Barbara Shinn-Cunningham trained as an electrical engineer (Brown University, Sc.B.; MIT, M.S. and Ph.D.). Her research on attention, auditory perception, and spatial hearing has lead to recognition from the Alfred P. Sloan Foundation, the Whitaker Foundation, and the National Security Science and Engineering Faculty Fellows program, as well as support from NIDCD, NSF, ONR, AFOSR, and other agencies.
She is a Fellow of the ASA, a Fellow of the American Institute for Medical and Biological Engineers, and a lifetime National Associate of the National Research Council "in recognition of extraordinary service to the National Academies in its role as advisor to the Nation in matters of science."
She has supervised over 20 PhD students, and received the 2013 Mentoring Award from the Acoustical Society of America. Within Boston University, she is Director and PI of the NSF-sponsored CELEST Science of Learning Center.
Active in many professional societies, she currently is serving as Vice-President-Elect of the Acoustical Society of America (ASA) and as an Associate Editor for the Journal of Neurophysiology. She has served as Chair of the AUD NIH study section, Member of Executive Council of the ASA and as Associate Editor for the Journal of the Associate for Research in Otolaryngology. She oversees an active research group that uses behavioral, neuroimaging, and computational methods to understand auditory attention, a topic on which she lectures at conferences and symposia around the world.
Kopell received her B.A. from Cornell University in 1963 and her Ph.D. from Berkeley in 1967. She is currently William Fairfield Warren Distinguished Professor at Boston University, and co-director of the Center for Computational Neuroscience and Neural Technology (CompNet). She organized and directs the Cognitive Rhythms Collaborative (CRC), a group of over two dozen labs, mostly in the Boston Area, working on brain dynamics and their cognitive implications.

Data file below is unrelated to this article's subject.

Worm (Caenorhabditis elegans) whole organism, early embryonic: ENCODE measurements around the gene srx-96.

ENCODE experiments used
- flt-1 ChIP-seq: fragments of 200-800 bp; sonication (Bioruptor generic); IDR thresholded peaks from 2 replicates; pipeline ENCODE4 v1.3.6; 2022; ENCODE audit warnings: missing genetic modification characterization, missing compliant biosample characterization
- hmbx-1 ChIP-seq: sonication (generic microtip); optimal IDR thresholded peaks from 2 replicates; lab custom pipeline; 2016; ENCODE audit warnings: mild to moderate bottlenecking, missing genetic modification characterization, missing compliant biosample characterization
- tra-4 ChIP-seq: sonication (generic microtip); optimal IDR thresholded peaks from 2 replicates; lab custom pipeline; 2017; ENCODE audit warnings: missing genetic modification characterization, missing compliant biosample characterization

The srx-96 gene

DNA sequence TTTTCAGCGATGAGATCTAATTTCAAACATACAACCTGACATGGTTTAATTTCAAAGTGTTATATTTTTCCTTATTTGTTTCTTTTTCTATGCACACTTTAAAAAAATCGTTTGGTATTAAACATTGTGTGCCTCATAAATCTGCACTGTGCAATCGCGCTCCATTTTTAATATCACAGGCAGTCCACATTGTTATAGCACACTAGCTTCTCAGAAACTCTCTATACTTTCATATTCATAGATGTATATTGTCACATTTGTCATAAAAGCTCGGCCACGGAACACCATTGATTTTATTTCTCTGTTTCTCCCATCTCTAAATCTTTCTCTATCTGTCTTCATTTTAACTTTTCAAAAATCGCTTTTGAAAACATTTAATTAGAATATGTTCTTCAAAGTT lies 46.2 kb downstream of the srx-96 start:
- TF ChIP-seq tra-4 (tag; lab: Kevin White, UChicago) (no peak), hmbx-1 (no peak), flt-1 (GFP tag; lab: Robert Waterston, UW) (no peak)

Kopell's Ph.D. training was in pure mathematics, but she transitioned to applied mathematics shortly after receiving her degree. In the first part of her career, she worked on pattern formation in chemical systems, oscillating systems and problems involving the geometry of systems with multiple time scales. For the last two decades, she has worked on mathematical problems in neuroscience. Her current interests parallel the themes of the CRC: how does the brain produce its dynamics (physiological mechanisms), how do brain rhythms take part in cognition (sensory processing, attention, memory, motor control), and how can pathologies of brain dynamics help to understand symptoms of neurological diseases (Parkinson's disease, schizophrenia, epilepsy) as well as alternate states of consciousness (anesthesia). She collaborates widely with experimentalists and clinicians.
Kopell is a member of the National Academy of Sciences and the American Academy of Arts and Sciences. She was recently selected to be an honorary member of the London Mathematical Society, a distinction given to one or two mathematicians per year worldwide. She has been awarded Sloan Guggenheim, and McArthur Fellowships, and has an honory Ph.D. from the New Jersey Institute of Technology. She has given the Weldon Memorial Prize Lecture (Oxford), the von Neumann Lecture (SIAM) and the Josiah Willard Gibbs Lecture (AMS, as well as multiple other named lectureships.